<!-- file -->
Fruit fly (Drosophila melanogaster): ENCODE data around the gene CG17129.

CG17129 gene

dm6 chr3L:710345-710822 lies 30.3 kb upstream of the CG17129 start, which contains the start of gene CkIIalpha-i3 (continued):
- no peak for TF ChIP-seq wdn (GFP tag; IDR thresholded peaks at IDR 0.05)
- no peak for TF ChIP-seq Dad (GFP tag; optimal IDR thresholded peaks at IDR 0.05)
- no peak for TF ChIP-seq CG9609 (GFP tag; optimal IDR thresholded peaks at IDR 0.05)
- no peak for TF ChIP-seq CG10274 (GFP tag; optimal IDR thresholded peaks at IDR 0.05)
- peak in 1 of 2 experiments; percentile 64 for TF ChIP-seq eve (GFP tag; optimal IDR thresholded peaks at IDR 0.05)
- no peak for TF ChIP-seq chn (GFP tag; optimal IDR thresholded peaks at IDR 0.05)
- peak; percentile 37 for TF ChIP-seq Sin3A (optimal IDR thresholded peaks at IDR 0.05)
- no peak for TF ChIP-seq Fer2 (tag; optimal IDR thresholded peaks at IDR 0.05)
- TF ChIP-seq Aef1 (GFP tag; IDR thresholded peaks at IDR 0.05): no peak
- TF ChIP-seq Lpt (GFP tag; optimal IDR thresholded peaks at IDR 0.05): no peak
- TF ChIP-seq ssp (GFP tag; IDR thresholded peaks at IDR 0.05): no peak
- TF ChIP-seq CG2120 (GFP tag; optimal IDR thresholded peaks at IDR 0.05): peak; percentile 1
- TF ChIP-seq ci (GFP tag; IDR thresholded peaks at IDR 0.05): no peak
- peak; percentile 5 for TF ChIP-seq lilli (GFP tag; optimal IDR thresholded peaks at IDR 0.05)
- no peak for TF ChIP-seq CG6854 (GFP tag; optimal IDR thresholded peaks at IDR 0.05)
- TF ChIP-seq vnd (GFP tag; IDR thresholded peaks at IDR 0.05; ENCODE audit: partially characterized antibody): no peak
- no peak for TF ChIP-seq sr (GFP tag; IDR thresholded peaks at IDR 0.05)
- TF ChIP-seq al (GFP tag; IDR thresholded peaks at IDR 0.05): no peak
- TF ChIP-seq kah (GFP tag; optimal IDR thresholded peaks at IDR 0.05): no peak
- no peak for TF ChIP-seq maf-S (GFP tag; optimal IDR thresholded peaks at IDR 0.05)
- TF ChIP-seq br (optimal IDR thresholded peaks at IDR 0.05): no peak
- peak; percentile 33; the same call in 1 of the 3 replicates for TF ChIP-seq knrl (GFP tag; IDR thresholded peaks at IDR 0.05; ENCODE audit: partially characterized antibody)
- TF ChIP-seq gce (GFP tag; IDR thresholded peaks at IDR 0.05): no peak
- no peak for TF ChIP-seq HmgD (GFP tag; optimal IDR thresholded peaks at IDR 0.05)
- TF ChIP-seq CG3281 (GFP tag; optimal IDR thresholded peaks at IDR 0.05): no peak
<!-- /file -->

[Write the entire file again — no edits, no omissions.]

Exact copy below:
Fruit fly (Drosophila melanogaster): ENCODE data around the gene CG17129.

CG17129 gene

dm6 chr3L:710345-710822 lies 30.3 kb upstream of the CG17129 start, which contains the start of gene CkIIalpha-i3 (continued):
- no peak for TF ChIP-seq wdn (GFP tag; IDR thresholded peaks at IDR 0.05)
- no peak for TF ChIP-seq Dad (GFP tag; optimal IDR thresholded peaks at IDR 0.05)
- no peak for TF ChIP-seq CG9609 (GFP tag; optimal IDR thresholded peaks at IDR 0.05)
- no peak for TF ChIP-seq CG10274 (GFP tag; optimal IDR thresholded peaks at IDR 0.05)
- peak in 1 of 2 experiments; percentile 64 for TF ChIP-seq eve (GFP tag; optimal IDR thresholded peaks at IDR 0.05)
- no peak for TF ChIP-seq chn (GFP tag; optimal IDR thresholded peaks at IDR 0.05)
- peak; percentile 37 for TF ChIP-seq Sin3A (optimal IDR thresholded peaks at IDR 0.05)
- no peak for TF ChIP-seq Fer2 (tag; optimal IDR thresholded peaks at IDR 0.05)
- TF ChIP-seq Aef1 (GFP tag; IDR thresholded peaks at IDR 0.05): no peak
- TF ChIP-seq Lpt (GFP tag; optimal IDR thresholded peaks at IDR 0.05): no peak
- TF ChIP-seq ssp (GFP tag; IDR thresholded peaks at IDR 0.05): no peak
- TF ChIP-seq CG2120 (GFP tag; optimal IDR thresholded peaks at IDR 0.05): peak; percentile 1
- TF ChIP-seq ci (GFP tag; IDR thresholded peaks at IDR 0.05): no peak
- peak; percentile 5 for TF ChIP-seq lilli (GFP tag; optimal IDR thresholded peaks at IDR 0.05)
- no peak for TF ChIP-seq CG6854 (GFP tag; optimal IDR thresholded peaks at IDR 0.05)
- TF ChIP-seq vnd (GFP tag; IDR thresholded peaks at IDR 0.05; ENCODE audit: partially characterized antibody): no peak
- no peak for TF ChIP-seq sr (GFP tag; IDR thresholded peaks at IDR 0.05)
- TF ChIP-seq al (GFP tag; IDR thresholded peaks at IDR 0.05): no peak
- TF ChIP-seq kah (GFP tag; optimal IDR thresholded peaks at IDR 0.05): no peak
- no peak for TF ChIP-seq maf-S (GFP tag; optimal IDR thresholded peaks at IDR 0.05)
- TF ChIP-seq br (optimal IDR thresholded peaks at IDR 0.05): no peak
- peak; percentile 33; the same call in 1 of the 3 replicates for TF ChIP-seq knrl (GFP tag; IDR thresholded peaks at IDR 0.05; ENCODE audit: partially characterized antibody)
- TF ChIP-seq gce (GFP tag; IDR thresholded peaks at IDR 0.05): no peak
- no peak for TF ChIP-seq HmgD (GFP tag; optimal IDR thresholded peaks at IDR 0.05)
- TF ChIP-seq CG3281 (GFP tag; optimal IDR thresholded peaks at IDR 0.05): no peak